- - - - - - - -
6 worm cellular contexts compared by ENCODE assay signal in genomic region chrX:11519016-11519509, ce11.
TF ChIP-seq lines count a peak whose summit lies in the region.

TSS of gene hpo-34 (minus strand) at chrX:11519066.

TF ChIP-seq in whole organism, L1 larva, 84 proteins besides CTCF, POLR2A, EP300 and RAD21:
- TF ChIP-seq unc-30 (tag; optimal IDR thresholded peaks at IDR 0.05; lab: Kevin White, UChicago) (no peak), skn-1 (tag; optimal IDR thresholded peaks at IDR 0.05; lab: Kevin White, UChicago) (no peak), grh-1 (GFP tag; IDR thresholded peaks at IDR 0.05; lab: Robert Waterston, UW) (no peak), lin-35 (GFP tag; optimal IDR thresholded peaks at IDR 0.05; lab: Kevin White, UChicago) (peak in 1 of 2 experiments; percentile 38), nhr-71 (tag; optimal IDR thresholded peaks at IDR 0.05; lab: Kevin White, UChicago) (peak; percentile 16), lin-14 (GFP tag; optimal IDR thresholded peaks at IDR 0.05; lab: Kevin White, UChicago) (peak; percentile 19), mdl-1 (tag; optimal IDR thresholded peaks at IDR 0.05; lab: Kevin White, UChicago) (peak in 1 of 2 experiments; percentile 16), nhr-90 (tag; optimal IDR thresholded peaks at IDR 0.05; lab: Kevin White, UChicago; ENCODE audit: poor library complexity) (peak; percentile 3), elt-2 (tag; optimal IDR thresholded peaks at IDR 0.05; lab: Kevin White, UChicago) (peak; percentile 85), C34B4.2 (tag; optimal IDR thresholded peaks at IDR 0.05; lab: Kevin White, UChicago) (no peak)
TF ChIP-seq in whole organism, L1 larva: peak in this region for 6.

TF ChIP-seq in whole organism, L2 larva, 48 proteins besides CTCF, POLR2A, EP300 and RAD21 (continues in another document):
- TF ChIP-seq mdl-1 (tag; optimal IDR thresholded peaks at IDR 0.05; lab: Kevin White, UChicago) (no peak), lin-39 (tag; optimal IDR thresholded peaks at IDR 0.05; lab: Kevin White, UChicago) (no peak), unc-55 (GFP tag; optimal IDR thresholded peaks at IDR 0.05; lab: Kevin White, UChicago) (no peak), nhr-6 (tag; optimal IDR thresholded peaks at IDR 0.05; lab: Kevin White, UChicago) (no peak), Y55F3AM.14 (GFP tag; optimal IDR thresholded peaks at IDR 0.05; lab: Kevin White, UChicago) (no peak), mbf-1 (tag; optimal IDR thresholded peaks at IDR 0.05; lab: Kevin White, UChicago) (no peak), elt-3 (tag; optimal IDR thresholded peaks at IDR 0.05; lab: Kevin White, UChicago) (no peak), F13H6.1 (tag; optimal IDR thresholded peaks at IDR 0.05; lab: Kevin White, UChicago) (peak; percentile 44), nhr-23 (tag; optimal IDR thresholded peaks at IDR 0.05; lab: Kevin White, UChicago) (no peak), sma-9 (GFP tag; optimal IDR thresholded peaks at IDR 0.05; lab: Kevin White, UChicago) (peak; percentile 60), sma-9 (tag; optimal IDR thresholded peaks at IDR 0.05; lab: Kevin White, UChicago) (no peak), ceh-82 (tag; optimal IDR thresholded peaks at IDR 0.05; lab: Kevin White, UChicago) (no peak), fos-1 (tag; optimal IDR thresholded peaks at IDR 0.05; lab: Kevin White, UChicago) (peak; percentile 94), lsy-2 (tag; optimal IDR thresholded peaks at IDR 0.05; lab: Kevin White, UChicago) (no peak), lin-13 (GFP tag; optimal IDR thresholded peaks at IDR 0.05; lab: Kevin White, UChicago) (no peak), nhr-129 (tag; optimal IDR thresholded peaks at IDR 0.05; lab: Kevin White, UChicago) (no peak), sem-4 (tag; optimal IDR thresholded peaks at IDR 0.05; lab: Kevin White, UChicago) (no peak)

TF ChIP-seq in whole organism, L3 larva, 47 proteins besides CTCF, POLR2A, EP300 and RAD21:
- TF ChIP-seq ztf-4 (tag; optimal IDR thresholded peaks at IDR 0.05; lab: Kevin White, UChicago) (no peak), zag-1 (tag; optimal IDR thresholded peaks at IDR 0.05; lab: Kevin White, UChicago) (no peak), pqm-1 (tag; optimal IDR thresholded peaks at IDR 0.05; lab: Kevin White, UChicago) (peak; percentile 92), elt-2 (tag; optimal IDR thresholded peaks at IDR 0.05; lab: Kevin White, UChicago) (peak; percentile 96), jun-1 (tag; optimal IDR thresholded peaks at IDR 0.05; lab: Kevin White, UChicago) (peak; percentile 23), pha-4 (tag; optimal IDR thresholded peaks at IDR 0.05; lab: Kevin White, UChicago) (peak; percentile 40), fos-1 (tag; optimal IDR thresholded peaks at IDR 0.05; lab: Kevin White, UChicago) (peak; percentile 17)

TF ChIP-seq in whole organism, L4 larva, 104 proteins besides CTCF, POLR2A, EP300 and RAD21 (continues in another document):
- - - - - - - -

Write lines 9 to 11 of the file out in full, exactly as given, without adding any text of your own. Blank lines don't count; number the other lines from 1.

TF ChIP-seq in whole organism, L3 larva, 47 proteins besides CTCF, POLR2A, EP300 and RAD21:
- TF ChIP-seq ztf-4 (tag; optimal IDR thresholded peaks at IDR 0.05; lab: Kevin White, UChicago) (no peak), zag-1 (tag; optimal IDR thresholded peaks at IDR 0.05; lab: Kevin White, UChicago) (no peak), pqm-1 (tag; optimal IDR thresholded peaks at IDR 0.05; lab: Kevin White, UChicago) (peak; percentile 92), elt-2 (tag; optimal IDR thresholded peaks at IDR 0.05; lab: Kevin White, UChicago) (peak; percentile 96), jun-1 (tag; optimal IDR thresholded peaks at IDR 0.05; lab: Kevin White, UChicago) (peak; percentile 23), pha-4 (tag; optimal IDR thresholded peaks at IDR 0.05; lab: Kevin White, UChicago) (peak; percentile 40), fos-1 (tag; optimal IDR thresholded peaks at IDR 0.05; lab: Kevin White, UChicago) (peak; percentile 17)

TF ChIP-seq in whole organism, L4 larva, 104 proteins besides CTCF, POLR2A, EP300 and RAD21 (continues in another document):